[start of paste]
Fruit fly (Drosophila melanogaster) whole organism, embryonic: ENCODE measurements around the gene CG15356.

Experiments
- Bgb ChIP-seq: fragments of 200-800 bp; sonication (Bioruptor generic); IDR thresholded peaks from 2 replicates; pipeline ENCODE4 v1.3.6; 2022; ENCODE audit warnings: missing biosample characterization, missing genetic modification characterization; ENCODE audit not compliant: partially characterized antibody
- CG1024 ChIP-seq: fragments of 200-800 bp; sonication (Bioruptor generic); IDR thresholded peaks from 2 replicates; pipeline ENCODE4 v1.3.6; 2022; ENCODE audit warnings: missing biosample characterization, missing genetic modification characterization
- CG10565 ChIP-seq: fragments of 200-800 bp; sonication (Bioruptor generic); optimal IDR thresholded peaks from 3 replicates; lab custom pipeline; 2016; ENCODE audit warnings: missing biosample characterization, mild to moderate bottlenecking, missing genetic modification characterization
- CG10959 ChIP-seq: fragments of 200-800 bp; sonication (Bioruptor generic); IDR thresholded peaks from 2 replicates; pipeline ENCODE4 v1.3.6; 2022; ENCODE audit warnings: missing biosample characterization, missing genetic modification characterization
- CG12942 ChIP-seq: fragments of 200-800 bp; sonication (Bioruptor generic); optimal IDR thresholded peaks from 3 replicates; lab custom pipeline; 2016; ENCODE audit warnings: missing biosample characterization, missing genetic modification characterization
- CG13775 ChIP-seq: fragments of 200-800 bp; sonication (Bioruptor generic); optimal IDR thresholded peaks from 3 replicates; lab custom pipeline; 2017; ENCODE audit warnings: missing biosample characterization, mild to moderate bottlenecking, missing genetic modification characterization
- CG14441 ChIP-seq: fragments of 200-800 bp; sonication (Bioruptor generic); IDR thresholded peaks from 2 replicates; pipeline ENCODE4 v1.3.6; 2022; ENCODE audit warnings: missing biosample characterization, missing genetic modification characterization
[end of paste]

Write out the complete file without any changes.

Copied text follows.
Fruit fly (Drosophila melanogaster) whole organism, embryonic: ENCODE measurements around the gene CG15356.

Experiments
- Bgb ChIP-seq: fragments of 200-800 bp; sonication (Bioruptor generic); IDR thresholded peaks from 2 replicates; pipeline ENCODE4 v1.3.6; 2022; ENCODE audit warnings: missing biosample characterization, missing genetic modification characterization; ENCODE audit not compliant: partially characterized antibody
- CG1024 ChIP-seq: fragments of 200-800 bp; sonication (Bioruptor generic); IDR thresholded peaks from 2 replicates; pipeline ENCODE4 v1.3.6; 2022; ENCODE audit warnings: missing biosample characterization, missing genetic modification characterization
- CG10565 ChIP-seq: fragments of 200-800 bp; sonication (Bioruptor generic); optimal IDR thresholded peaks from 3 replicates; lab custom pipeline; 2016; ENCODE audit warnings: missing biosample characterization, mild to moderate bottlenecking, missing genetic modification characterization
- CG10959 ChIP-seq: fragments of 200-800 bp; sonication (Bioruptor generic); IDR thresholded peaks from 2 replicates; pipeline ENCODE4 v1.3.6; 2022; ENCODE audit warnings: missing biosample characterization, missing genetic modification characterization
- CG12942 ChIP-seq: fragments of 200-800 bp; sonication (Bioruptor generic); optimal IDR thresholded peaks from 3 replicates; lab custom pipeline; 2016; ENCODE audit warnings: missing biosample characterization, missing genetic modification characterization
- CG13775 ChIP-seq: fragments of 200-800 bp; sonication (Bioruptor generic); optimal IDR thresholded peaks from 3 replicates; lab custom pipeline; 2017; ENCODE audit warnings: missing biosample characterization, mild to moderate bottlenecking, missing genetic modification characterization
- CG14441 ChIP-seq: fragments of 200-800 bp; sonication (Bioruptor generic); IDR thresholded peaks from 2 replicates; pipeline ENCODE4 v1.3.6; 2022; ENCODE audit warnings: missing biosample characterization, missing genetic modification characterization